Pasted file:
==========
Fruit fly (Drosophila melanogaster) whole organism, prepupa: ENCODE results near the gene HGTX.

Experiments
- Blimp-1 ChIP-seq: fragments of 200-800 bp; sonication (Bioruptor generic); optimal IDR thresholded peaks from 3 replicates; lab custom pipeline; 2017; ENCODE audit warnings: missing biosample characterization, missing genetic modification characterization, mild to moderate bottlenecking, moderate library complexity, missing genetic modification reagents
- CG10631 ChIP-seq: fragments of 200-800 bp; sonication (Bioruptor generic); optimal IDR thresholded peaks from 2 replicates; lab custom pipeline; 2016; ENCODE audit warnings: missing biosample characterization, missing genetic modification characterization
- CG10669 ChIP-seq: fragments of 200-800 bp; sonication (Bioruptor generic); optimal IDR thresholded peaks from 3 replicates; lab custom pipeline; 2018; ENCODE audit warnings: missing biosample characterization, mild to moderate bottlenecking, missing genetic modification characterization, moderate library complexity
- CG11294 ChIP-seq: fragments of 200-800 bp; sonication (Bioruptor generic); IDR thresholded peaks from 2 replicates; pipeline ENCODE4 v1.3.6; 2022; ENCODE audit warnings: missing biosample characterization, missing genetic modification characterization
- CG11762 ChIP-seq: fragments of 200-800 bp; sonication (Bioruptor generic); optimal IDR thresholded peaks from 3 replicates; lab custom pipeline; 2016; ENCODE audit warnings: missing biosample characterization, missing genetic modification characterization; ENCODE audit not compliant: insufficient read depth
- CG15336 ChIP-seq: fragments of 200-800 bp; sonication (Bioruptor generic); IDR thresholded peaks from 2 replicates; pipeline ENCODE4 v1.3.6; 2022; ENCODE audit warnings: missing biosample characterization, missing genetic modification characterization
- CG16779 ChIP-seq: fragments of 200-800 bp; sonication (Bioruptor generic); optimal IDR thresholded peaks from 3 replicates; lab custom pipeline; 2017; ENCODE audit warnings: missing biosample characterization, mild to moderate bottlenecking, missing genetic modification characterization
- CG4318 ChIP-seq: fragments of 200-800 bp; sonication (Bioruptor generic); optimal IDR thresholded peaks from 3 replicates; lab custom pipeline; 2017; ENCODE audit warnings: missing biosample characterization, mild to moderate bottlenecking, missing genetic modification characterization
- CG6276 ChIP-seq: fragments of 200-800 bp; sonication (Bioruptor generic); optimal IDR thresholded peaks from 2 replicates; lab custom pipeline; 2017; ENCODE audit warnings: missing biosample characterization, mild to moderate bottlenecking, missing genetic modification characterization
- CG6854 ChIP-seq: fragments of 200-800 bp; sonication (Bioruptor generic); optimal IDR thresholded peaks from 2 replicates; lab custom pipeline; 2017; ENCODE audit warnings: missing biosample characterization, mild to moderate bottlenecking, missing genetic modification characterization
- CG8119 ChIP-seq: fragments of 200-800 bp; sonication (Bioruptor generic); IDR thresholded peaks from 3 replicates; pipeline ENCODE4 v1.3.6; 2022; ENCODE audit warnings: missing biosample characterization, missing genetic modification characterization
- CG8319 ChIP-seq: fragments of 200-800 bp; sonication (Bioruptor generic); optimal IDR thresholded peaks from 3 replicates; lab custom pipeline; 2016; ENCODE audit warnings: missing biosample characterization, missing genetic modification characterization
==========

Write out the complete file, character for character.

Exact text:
Fruit fly (Drosophila melanogaster) whole organism, prepupa: ENCODE results near the gene HGTX.

Experiments
- Blimp-1 ChIP-seq: fragments of 200-800 bp; sonication (Bioruptor generic); optimal IDR thresholded peaks from 3 replicates; lab custom pipeline; 2017; ENCODE audit warnings: missing biosample characterization, missing genetic modification characterization, mild to moderate bottlenecking, moderate library complexity, missing genetic modification reagents
- CG10631 ChIP-seq: fragments of 200-800 bp; sonication (Bioruptor generic); optimal IDR thresholded peaks from 2 replicates; lab custom pipeline; 2016; ENCODE audit warnings: missing biosample characterization, missing genetic modification characterization
- CG10669 ChIP-seq: fragments of 200-800 bp; sonication (Bioruptor generic); optimal IDR thresholded peaks from 3 replicates; lab custom pipeline; 2018; ENCODE audit warnings: missing biosample characterization, mild to moderate bottlenecking, missing genetic modification characterization, moderate library complexity
- CG11294 ChIP-seq: fragments of 200-800 bp; sonication (Bioruptor generic); IDR thresholded peaks from 2 replicates; pipeline ENCODE4 v1.3.6; 2022; ENCODE audit warnings: missing biosample characterization, missing genetic modification characterization
- CG11762 ChIP-seq: fragments of 200-800 bp; sonication (Bioruptor generic); optimal IDR thresholded peaks from 3 replicates; lab custom pipeline; 2016; ENCODE audit warnings: missing biosample characterization, missing genetic modification characterization; ENCODE audit not compliant: insufficient read depth
- CG15336 ChIP-seq: fragments of 200-800 bp; sonication (Bioruptor generic); IDR thresholded peaks from 2 replicates; pipeline ENCODE4 v1.3.6; 2022; ENCODE audit warnings: missing biosample characterization, missing genetic modification characterization
- CG16779 ChIP-seq: fragments of 200-800 bp; sonication (Bioruptor generic); optimal IDR thresholded peaks from 3 replicates; lab custom pipeline; 2017; ENCODE audit warnings: missing biosample characterization, mild to moderate bottlenecking, missing genetic modification characterization
- CG4318 ChIP-seq: fragments of 200-800 bp; sonication (Bioruptor generic); optimal IDR thresholded peaks from 3 replicates; lab custom pipeline; 2017; ENCODE audit warnings: missing biosample characterization, mild to moderate bottlenecking, missing genetic modification characterization
- CG6276 ChIP-seq: fragments of 200-800 bp; sonication (Bioruptor generic); optimal IDR thresholded peaks from 2 replicates; lab custom pipeline; 2017; ENCODE audit warnings: missing biosample characterization, mild to moderate bottlenecking, missing genetic modification characterization
- CG6854 ChIP-seq: fragments of 200-800 bp; sonication (Bioruptor generic); optimal IDR thresholded peaks from 2 replicates; lab custom pipeline; 2017; ENCODE audit warnings: missing biosample characterization, mild to moderate bottlenecking, missing genetic modification characterization
- CG8119 ChIP-seq: fragments of 200-800 bp; sonication (Bioruptor generic); IDR thresholded peaks from 3 replicates; pipeline ENCODE4 v1.3.6; 2022; ENCODE audit warnings: missing biosample characterization, missing genetic modification characterization
- CG8319 ChIP-seq: fragments of 200-800 bp; sonication (Bioruptor generic); optimal IDR thresholded peaks from 3 replicates; lab custom pipeline; 2016; ENCODE audit warnings: missing biosample characterization, missing genetic modification characterization